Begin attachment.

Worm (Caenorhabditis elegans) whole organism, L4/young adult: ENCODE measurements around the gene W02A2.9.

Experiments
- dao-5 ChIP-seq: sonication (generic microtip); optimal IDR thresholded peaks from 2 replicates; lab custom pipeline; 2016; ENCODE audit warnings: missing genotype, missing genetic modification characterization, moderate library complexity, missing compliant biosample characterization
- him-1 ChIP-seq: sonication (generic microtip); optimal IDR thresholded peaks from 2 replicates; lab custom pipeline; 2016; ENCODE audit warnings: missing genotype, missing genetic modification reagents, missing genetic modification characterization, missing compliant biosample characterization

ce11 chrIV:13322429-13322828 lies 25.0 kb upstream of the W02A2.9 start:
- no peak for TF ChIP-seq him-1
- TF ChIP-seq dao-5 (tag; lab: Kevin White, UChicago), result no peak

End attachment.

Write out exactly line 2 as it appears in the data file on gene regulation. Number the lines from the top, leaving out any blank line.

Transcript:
Experiments